### Summary

Constraining a problem can make it much simpler to solve.

When out-degree is bounded to 1, you can do incremental cycle detection with a union-find algorithm.

The amortized time bound on union-find is ridiculous.

—

### Discuss on Reddit

—

### My Twitter: @CraigGidney

—

## One Response to “Detecting Simple Cycles Forming, Faster”

Twisted Oak Studios offers consulting and development on high-tech interactive projects. Check out our portfolio, or Give us a shout if you have anything you think some really rad engineers should help you with.

## Archive

- strilanc
- What Quantum Computers Do Faster, with Caveats
- Naming Things: Fail-Useful
- Detecting Simple Cycles Forming, Faster
- Third Party Bit Commitment
- Angular Velocity is Simple
- Collection Equality is Hard
- Deadlocks in Practice: Don’t Hold Locks While Notifying
- Brute Force Parallelization
- A Year’s Worth of Opinions about Objective-C
- Referencing Substrings Faster, without Leaking Memory
- Not Crying Over Old Code
- Exploring Universal Ternary Gates
- Impractical Experiments #2: Securing Peer to Peer Fog of War against Map Hacks
- Achieving Exponential Slowdown by Enumerating Twice
- Using Immortality to Kill Accidental Callback Cycles
- Cancellation Tokens (and Collapsing Futures) for Objective-C
- Visualizing the Eigenvectors of a Rotation
- Collapsing Futures in Objective-C
- Bug Hunting #1: Garbled Audio from End to End
- Impractical Experiments #1: Representing Numbers as Polynomials
- Implementing Quantum Pseudo-Telepathy
- Turn On Your Damn Warnings
- Big-O Made Trivial
- Unfathomable Bugs #7: The Broken Oven
- Solomonoff’s Mad Scientist
- Yearly Blogging Roundup #1
- What isn’t a Monad
- Searching a Sorted Matrix Faster
- How to Read Nested Ternary Operators
- Making Sublime Text 2 Jump to the Correct Line with Unity on OS X
- My Bug, My Bad #4: Reading Concurrently
- Whole API Testing with Reflection
- Optimizing a Parser Combinator into a memcpy
- Don’t Treat Paths Like Strings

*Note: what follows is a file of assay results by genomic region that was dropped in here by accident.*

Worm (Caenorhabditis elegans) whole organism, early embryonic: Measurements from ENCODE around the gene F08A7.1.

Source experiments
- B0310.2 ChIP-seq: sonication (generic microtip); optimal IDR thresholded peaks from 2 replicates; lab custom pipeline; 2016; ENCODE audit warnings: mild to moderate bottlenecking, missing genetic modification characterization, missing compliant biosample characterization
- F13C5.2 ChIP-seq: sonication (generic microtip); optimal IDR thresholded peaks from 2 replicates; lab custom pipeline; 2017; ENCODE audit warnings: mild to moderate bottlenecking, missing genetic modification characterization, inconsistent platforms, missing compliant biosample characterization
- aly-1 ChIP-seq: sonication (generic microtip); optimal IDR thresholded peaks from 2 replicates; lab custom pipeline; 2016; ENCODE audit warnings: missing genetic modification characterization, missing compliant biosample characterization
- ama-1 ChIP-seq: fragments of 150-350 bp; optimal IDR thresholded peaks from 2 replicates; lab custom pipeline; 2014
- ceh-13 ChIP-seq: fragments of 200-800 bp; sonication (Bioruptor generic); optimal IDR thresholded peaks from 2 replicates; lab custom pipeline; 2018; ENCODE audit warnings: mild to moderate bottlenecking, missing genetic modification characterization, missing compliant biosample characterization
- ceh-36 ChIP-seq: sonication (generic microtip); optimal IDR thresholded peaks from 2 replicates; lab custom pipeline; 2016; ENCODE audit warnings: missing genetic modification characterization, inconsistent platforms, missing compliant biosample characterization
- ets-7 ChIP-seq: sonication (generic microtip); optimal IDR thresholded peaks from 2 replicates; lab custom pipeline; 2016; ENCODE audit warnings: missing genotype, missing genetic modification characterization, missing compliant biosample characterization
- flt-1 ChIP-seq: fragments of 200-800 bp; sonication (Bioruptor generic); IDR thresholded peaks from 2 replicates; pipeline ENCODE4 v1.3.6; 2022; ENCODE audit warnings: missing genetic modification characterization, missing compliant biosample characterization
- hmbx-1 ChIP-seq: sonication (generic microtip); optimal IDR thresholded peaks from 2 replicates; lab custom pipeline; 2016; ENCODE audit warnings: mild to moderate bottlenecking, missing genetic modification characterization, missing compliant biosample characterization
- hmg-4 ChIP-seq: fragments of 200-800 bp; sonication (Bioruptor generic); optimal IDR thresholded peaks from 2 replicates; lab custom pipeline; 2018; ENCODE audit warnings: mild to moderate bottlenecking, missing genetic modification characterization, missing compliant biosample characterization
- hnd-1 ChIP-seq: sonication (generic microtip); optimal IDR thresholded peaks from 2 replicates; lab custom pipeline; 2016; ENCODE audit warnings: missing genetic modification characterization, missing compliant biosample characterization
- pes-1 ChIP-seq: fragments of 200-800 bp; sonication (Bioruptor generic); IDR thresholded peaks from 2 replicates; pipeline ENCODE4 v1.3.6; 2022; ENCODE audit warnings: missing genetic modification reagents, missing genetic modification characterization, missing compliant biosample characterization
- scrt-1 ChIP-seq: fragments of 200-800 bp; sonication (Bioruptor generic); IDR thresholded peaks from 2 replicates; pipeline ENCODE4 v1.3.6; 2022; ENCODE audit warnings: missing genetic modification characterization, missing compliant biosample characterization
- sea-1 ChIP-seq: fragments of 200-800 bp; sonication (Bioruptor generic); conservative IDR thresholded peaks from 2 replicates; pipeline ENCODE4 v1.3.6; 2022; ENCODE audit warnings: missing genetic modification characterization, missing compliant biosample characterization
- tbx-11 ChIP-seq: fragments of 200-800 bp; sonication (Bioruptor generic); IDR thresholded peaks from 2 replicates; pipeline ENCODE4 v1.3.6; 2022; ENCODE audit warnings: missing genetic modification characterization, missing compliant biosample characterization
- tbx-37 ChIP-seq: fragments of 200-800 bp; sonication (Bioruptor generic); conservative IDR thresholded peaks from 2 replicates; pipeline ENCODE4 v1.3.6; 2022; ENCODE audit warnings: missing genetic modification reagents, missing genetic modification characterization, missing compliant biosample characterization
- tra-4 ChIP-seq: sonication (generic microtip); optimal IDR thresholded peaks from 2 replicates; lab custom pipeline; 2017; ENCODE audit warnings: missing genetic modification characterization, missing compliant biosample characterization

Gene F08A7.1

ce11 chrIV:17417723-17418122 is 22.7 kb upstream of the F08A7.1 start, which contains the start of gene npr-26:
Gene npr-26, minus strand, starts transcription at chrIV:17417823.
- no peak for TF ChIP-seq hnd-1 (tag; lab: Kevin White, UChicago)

- Breaking a Toy Hash Function
- Counting Iterators Lazily
- Unfathomable Bugs #6: Pretend Precision
- My Bug, My Bad #3: Accidentally Attacking WarCraft 3
- Collapsing Types vs Monads (followup)
- Collapsing Futures: Easy to Use, Hard to Represent
- Eventual Exceptions vs Programming in a Minimal Functional Style
- The Mystery of Flunf
- Explain it like I’m Five: The Socialist Millionaire Problem and Secure Multi-Party Computation
- Computer Science Blows My Mind
- A visit to Execution Labs in MontrĂ©al
- Transmuting Dice, Conserving Entropy
- Rule of Thumb: Ask for the Clock
- Rule of Thumb: Use Purposefully Weakened Methods
- Rule of thumb: Preconditions Should be Checked Explicitly
- Intersecting Linked Lists Faster
- Mouse Path Smoothing for Jack Lumber
- My Bug, My Bad #2: Sunk by Float
- Repeat Yourself Differently
- Grover’s Quantum Search Algorithm
- Followup to Non-Nullable Types vs C#
- Optimizing Just in Time with Expression Trees
- When One-Way Latency Doesn’t Matter
- Determining exactly if/when/where a moving line intersected a moving point
- Emulating Actors in C# with Async/Await
- Making an immutable queue with guaranteed constant time operations
- Improving Checked Exceptions
- Perishable Collections: The Benefits of Removal-by-Lifetime
- Decoupling shared control
- Decoupling inlined UI code
- Linq to Collections: Beyond IEnumerable<T>
- Publish your .Net library as a NuGet package
- When null is not enough: an option type for C#
- Unfathomable Bugs #5: Readonly or not
- Minkowski sums: examples
- My Bug, My Bad #1: Fractal Spheres
- Working around the brittle UI Virtualization in Windows 8
- Encapsulating Angles
- Unfathomable Bugs #4: Keys that aren’t
- How would I even use a monad (in C#)?
- Useful/Interesting Methods #1: Observable.WhenEach
- Unfathomable Bugs #3: Stringing you along
- Anonymous Implementation Classes – A Design Pattern for C#
- Tasks for ActionScript 3 – Improving on Event-Driven Programming
- Minkowski sums and differences
- Non-Nullable Types vs C#: Fixing the Billion Dollar Mistake
- Unfathomable Bugs #2: Slashing Out
- Script templates and base classes
- Unity font extraction
- Abusing “Phantom Types” to Encode List Lengths Into Their Type
- Constructive Criticism of the Reactive Extensions API
- Quaternions part 3
- Quaternions part 2
- Quaternions part 1
- Unfathomable Bugs #1: You can have things! You can have things IN things! You can have …
- Coroutines – More than you want to know
- Asset Bundle Helper
- The Visual Studio goes away
- .Net’s time traveling StopWatch
- Introducing Catalyst

Just for fun, I googled “immortal future” and results are like:

Could humans attain immortality? – Curiosity

So double “huh?” Now đŸ˜‰ Can you link to some nice paper about immortal future?